Atik Yomin

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What Is a Soul? II. Anatomy of the Soul

In the biblical story of the creation of Adam, the Torah states: Then the Eternal God formed man of the dust of the ground, and breathed into his nostrils the breath of life; and man became a living soul.Genesis 2:7 The word translated into English as “soul” in the original Hebrew is nefesh. This is the first and the lowest level of the soul given to Adam. The taxonomy and anatomy of a soul in Judaism are quite complex. Original biblical sources speak of three levels of the soul: nefesh (“soul”), ru’ach (“spirit”),[1] and neshamah (“breath”).[2] The Kabbalah speaks of the five levels of the soul: nefesh, ru’ach, neshamah, chayah, and yechidah. This is based on classical rabbinic sources. As stated in the midrash, “By five names is the soul called: nefesh, ru’ach, [...]

Yom Kippur—The Day of Pure Delight

Yom Kippur means “The Day of Atonement.” However, on a deeper level, Yom Kippur is the day of pure delight. To understand why, let us start with the day before—Erev Yom Kippur, the Eve of Yom Kippur. Erev Yom Kippur is considered a semi-holiday—a festive day, on which we do not say tachanun (penitent prayers) and on which we wear festive attire and eat two festive meals (as required on holidays). This is rather strange. The Eve of Yom Kippur is one of the Ten Days of Repentance (Asseret Yemei Teshuvah). Shouldn’t we be busy regretting past mistakes (and, indeed, we do!) and repenting our evil ways, instead of indulging in sumptuous meals? Moreover, it’s the day before Yom Kippur—the day on which every person is judged, and everyone’s fate is sealed for [...]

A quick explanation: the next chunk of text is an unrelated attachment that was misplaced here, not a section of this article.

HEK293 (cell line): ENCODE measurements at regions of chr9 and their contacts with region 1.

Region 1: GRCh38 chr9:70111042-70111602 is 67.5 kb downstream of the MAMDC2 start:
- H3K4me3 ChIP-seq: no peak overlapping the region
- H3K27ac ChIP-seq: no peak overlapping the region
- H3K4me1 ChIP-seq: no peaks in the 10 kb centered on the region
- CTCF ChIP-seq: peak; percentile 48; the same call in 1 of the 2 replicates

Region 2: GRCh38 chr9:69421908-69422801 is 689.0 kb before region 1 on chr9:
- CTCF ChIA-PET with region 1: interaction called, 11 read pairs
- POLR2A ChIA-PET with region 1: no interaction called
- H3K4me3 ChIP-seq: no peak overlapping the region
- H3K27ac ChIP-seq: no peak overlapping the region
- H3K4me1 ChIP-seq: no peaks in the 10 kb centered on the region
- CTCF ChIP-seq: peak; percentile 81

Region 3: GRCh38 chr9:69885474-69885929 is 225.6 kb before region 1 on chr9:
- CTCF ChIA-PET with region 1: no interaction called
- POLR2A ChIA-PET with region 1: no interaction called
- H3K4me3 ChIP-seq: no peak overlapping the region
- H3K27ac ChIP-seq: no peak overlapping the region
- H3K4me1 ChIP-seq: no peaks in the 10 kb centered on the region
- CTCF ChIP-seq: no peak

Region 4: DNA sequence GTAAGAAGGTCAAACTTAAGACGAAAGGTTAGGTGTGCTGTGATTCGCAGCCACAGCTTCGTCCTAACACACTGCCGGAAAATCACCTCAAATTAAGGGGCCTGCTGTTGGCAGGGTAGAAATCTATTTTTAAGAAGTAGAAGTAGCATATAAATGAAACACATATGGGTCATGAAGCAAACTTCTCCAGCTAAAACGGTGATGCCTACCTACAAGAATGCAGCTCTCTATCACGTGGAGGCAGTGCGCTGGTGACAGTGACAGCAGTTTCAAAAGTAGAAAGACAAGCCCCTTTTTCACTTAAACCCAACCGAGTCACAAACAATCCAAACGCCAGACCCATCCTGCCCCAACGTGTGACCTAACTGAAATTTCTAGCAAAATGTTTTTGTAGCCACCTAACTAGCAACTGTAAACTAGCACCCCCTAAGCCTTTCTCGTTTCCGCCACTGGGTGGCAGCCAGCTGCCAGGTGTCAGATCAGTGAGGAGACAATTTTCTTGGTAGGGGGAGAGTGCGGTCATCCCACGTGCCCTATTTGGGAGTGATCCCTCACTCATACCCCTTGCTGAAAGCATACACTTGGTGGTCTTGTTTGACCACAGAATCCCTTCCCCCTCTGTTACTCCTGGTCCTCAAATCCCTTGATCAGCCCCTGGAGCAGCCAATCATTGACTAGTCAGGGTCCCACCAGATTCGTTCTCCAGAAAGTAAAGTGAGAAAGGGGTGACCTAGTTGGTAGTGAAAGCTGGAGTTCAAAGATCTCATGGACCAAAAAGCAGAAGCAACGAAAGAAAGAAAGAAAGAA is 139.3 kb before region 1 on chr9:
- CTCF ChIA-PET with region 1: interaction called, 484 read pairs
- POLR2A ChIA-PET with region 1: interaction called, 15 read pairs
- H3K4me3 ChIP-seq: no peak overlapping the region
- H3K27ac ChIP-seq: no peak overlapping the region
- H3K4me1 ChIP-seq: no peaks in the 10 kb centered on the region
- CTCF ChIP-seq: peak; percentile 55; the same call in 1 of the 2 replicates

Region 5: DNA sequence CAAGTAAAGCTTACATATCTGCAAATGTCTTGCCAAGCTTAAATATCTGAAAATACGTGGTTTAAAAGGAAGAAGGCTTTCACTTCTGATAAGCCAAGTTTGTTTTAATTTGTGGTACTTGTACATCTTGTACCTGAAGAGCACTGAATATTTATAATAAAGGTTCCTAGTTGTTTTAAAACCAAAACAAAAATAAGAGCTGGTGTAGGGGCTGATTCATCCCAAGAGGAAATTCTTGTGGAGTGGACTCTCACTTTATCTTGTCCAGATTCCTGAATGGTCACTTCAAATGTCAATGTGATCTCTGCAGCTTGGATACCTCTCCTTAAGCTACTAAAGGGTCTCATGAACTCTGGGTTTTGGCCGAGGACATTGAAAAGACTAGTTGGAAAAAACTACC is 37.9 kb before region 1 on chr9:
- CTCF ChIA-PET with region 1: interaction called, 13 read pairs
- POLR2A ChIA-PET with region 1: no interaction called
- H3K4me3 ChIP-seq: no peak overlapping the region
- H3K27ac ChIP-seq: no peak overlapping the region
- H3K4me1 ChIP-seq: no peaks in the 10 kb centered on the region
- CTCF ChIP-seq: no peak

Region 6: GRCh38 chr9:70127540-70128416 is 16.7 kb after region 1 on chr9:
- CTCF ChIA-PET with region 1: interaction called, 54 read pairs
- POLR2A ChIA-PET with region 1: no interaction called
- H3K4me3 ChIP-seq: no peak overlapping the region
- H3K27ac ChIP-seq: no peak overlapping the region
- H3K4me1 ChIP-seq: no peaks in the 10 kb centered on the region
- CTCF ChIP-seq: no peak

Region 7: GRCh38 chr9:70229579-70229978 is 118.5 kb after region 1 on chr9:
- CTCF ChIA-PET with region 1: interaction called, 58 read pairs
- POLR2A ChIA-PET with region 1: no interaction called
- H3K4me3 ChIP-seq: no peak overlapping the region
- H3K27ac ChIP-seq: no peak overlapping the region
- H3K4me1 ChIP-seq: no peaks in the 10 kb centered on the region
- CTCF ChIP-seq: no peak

By |2021-09-16T22:09:47-04:00September 15th, 2021|Uncategorized|0 Comments

The Beard of the Long Face is Found

The previous Lubavitcher Rebbe, the Rebbe Rayatz (a.k.a. the Fridriker Rebbe) told the story about his father, the Rebbe Rashab. Once the brother of Rebbe Rashab, Rabbi Menachem Mendel (a.k.a. the RM”M) told him that he read in a magazine an article that stated that scientists found a nerve in the brain regulating the cognitive function so that when a person needed to remember something he would tilt his head looking up, whereas when the person needed to concentrate, he’d tilt his head down. The Rebbe Rashab took his brother to his study, took from the shelf a book by the Second Lubavitcher Rebbe, the Mittler Rebbe, in which it stated the same thing. The Rebbe Rashab said to his brother, “You’d think he was a doctor, but he wasn’t. He saw Adam [...]

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